This blog post is a very small part of a much larger project that attempts to historicize and contextualize the origins of violent misogyny and toxic masculinity in video games culture. If video gaming’s masculinity was born in the arcades of the late 1970s and early 1980s, as others Like Carly Kocurek  and Shira Chess  have suggested, this project argues that it was honed and hardened by the home console market, especially by Sega of America in the late 1980s and the early 1990s, when the home video console shifted from the living room into private domestic spaces and as game companies began aggressive marketing campaigns that ultimately helped to define an ideal masculinity and a path to rebellion that was attractive to both young white men and suburban teenage boys. An identity which has had a lasting legacy and becomes uniquely tied to the contemporary identity of many white male “gamers.”Read More
Welcome to the Center for History of Video Games and Critical Play's Blog. This space is dedicated to publishing work that encourages gamers, scholars and students to consider how video and other games offer unique ways of looking at history and history pedagogy, the interpretation of games, game play, and the impact of games on culture. In doing so we hope to create a space where we engage in an academic conversations that focus on representations of history and historical narrative in both World and American histories through a variety of video and tabletop games. The work here will investigate the assumptions that guide such representations of history and analyze the extent to which the medium of history-themed video games can bring new questions and perspectives to academic history and history education.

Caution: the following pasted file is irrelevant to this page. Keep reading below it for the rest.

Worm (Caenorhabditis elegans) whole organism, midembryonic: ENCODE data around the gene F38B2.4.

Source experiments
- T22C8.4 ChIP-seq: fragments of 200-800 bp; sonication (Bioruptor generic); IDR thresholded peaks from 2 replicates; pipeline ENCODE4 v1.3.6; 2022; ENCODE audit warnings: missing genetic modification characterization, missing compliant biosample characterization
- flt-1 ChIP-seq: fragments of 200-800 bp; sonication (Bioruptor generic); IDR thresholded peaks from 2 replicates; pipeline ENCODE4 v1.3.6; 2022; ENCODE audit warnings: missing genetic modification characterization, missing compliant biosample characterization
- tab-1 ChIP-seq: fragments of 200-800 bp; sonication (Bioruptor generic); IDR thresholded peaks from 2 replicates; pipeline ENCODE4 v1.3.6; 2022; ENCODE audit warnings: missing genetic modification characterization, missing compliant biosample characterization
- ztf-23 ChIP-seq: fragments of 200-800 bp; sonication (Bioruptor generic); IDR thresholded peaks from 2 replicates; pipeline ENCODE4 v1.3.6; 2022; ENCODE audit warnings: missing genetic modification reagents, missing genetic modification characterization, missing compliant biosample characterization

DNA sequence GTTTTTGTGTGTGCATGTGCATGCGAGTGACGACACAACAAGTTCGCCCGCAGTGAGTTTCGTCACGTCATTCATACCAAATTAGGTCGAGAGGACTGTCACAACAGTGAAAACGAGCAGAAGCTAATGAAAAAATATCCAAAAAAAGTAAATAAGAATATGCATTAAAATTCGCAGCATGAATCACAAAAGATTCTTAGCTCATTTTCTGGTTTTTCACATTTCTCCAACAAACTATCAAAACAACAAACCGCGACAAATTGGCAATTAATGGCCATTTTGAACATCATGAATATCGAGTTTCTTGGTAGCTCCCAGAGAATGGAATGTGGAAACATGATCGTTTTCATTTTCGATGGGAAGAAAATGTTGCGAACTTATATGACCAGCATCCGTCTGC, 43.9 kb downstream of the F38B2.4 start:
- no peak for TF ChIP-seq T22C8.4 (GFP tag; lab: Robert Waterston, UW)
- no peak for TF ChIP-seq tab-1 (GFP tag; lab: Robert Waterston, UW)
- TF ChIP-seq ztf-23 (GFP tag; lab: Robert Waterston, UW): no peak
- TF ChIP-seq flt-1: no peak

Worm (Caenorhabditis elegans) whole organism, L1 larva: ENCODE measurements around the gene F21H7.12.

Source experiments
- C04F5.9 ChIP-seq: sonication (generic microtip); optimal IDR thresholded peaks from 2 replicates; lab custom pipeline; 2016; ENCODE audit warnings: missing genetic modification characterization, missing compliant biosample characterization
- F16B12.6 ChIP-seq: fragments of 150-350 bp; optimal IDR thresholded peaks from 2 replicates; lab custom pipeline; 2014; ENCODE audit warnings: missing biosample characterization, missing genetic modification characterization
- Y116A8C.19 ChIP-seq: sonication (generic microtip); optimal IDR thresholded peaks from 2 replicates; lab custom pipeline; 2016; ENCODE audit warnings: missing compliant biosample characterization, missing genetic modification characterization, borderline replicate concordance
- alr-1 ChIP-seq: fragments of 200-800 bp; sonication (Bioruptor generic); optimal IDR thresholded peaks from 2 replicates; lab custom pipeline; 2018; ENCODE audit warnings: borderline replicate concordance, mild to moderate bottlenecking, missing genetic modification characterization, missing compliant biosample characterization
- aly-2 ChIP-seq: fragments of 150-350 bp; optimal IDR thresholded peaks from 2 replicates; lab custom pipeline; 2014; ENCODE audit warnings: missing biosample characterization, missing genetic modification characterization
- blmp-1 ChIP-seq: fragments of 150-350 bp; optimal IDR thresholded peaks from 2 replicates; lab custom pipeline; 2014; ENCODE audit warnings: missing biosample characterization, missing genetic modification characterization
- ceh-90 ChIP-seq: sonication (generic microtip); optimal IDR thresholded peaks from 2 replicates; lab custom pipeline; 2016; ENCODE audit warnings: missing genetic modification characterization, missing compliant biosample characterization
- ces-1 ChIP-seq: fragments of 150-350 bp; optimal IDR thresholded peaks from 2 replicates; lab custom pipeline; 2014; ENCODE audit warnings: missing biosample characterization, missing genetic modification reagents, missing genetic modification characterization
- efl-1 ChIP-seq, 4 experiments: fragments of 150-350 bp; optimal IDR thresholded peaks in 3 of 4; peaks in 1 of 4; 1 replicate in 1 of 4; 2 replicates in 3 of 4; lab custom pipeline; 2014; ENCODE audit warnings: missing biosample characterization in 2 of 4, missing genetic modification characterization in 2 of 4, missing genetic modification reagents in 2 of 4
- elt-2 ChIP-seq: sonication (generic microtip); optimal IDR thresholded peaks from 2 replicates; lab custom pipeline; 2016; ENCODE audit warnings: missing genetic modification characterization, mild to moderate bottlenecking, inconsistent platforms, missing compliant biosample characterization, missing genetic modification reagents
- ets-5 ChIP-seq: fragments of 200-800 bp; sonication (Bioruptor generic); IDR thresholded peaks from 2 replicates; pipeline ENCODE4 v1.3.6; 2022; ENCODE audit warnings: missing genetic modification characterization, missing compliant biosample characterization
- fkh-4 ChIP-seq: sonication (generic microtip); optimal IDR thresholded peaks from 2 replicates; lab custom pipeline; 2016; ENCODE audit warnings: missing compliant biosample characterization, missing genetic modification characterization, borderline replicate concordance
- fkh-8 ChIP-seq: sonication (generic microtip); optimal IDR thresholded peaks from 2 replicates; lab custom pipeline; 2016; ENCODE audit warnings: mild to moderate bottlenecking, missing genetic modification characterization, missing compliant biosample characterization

This paper was presented at the Southwest Popular / American Cultural Association conference in Albuquerque, NM on February 7, 2018.
The use and reuse of the epic and mythic West has been iterated in many forms throughout the years. This portrayed West, however, as Daniel R. Maher writes “is the copy of a copy of a fiction.”  The “copy of a copy of a fiction” goes back to the middle 19th century, but it was always an invention – an invention that sought to reorder and reorganize how society understood and imagined itself. Dime novels in the mid-19th century used Davy Crockett to encapsulate the individual and the West; Buffalo Bill and his Buffalo Bill's Wild West and Congress of Rough Riders of the World brought the “adventures” of Western settlement and war to large arenas in the East in the late 19th century; Films, beginning with The Great Train Robbery in 1903, and later T.V. in the 1950s began to infuse the tropes of a gendered, ordered, and necessarily controlled West; Film and T.V. copied the copies of the fiction and presented a mythic representation of the “Old West,” further enhancing the idea of a lawless West needing order. Video / arcade games have more recently incorporated, or layered, a new copy of the mythic West with its concomitant masculinity and violence into this newest medium. As video / arcade games rose in relevance and popularity in the 1970s, they borrowed heavily from the well of established western myths. Early versions of these video games included titles such as Gun Fight, Boot Hill, and High Noon. While rather simple in form and action, they contained the essential copied forms of earlier mediums. As video game technology improved, the gaming platforms provided a different and more immersive experience for gamers. And while the incorporation of the Western narrative has become more complex in many of these games, they all maintain a connection to the violence and the individual cowboy of western myth – the copy of a copy ad nauseam. Many of these more recent games have garnered a strong following and some critical acclaim, including GUN, Call of Juarez, Red Dead Redemption, Lead and Gold, and Six-Guns.Read More